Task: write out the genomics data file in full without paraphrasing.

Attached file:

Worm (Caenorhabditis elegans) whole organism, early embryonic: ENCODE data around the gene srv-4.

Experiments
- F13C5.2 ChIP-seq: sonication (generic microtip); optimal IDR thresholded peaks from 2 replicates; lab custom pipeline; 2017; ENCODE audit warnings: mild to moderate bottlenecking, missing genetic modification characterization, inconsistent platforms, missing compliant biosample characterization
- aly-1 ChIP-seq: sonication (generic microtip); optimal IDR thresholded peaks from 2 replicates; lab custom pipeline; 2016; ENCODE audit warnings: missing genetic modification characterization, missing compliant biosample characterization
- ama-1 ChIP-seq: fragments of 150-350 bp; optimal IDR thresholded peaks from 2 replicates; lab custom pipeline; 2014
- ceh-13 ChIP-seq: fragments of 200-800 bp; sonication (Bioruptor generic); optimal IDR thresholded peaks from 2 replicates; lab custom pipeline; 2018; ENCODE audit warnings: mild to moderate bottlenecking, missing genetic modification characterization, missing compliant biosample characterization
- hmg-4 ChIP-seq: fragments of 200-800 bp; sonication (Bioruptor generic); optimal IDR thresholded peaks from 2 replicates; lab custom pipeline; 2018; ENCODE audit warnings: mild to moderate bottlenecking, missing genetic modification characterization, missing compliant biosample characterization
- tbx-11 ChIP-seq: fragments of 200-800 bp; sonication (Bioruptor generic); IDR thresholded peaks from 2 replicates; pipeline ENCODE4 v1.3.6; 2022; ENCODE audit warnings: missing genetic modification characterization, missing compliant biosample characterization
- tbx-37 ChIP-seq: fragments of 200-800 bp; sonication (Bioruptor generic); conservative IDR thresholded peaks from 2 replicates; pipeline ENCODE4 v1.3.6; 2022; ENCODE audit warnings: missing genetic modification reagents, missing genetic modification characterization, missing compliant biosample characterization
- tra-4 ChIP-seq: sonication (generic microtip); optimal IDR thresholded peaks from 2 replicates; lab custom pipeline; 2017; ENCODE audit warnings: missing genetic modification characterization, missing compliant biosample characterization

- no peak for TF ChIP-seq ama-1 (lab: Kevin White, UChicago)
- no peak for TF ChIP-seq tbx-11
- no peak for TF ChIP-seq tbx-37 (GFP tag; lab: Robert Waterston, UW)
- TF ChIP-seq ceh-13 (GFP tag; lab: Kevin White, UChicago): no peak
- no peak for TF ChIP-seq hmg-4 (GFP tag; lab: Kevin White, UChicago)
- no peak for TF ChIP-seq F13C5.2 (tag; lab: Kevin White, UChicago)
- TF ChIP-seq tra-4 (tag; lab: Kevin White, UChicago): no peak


Worm (Caenorhabditis elegans) whole organism, early embryonic: ENCODE data around the gene srv-4.

Experiments
- F13C5.2 ChIP-seq: sonication (generic microtip); optimal IDR thresholded peaks from 2 replicates; lab custom pipeline; 2017; ENCODE audit warnings: mild to moderate bottlenecking, missing genetic modification characterization, inconsistent platforms, missing compliant biosample characterization
- aly-1 ChIP-seq: sonication (generic microtip); optimal IDR thresholded peaks from 2 replicates; lab custom pipeline; 2016; ENCODE audit warnings: missing genetic modification characterization, missing compliant biosample characterization
- ama-1 ChIP-seq: fragments of 150-350 bp; optimal IDR thresholded peaks from 2 replicates; lab custom pipeline; 2014
- ceh-13 ChIP-seq: fragments of 200-800 bp; sonication (Bioruptor generic); optimal IDR thresholded peaks from 2 replicates; lab custom pipeline; 2018; ENCODE audit warnings: mild to moderate bottlenecking, missing genetic modification characterization, missing compliant biosample characterization
- hmg-4 ChIP-seq: fragments of 200-800 bp; sonication (Bioruptor generic); optimal IDR thresholded peaks from 2 replicates; lab custom pipeline; 2018; ENCODE audit warnings: mild to moderate bottlenecking, missing genetic modification characterization, missing compliant biosample characterization
- tbx-11 ChIP-seq: fragments of 200-800 bp; sonication (Bioruptor generic); IDR thresholded peaks from 2 replicates; pipeline ENCODE4 v1.3.6; 2022; ENCODE audit warnings: missing genetic modification characterization, missing compliant biosample characterization
- tbx-37 ChIP-seq: fragments of 200-800 bp; sonication (Bioruptor generic); conservative IDR thresholded peaks from 2 replicates; pipeline ENCODE4 v1.3.6; 2022; ENCODE audit warnings: missing genetic modification reagents, missing genetic modification characterization, missing compliant biosample characterization
- tra-4 ChIP-seq: sonication (generic microtip); optimal IDR thresholded peaks from 2 replicates; lab custom pipeline; 2017; ENCODE audit warnings: missing genetic modification characterization, missing compliant biosample characterization

- no peak for TF ChIP-seq ama-1 (lab: Kevin White, UChicago)
- no peak for TF ChIP-seq tbx-11
- no peak for TF ChIP-seq tbx-37 (GFP tag; lab: Robert Waterston, UW)
- TF ChIP-seq ceh-13 (GFP tag; lab: Kevin White, UChicago): no peak
- no peak for TF ChIP-seq hmg-4 (GFP tag; lab: Kevin White, UChicago)
- no peak for TF ChIP-seq F13C5.2 (tag; lab: Kevin White, UChicago)
- TF ChIP-seq tra-4 (tag; lab: Kevin White, UChicago): no peak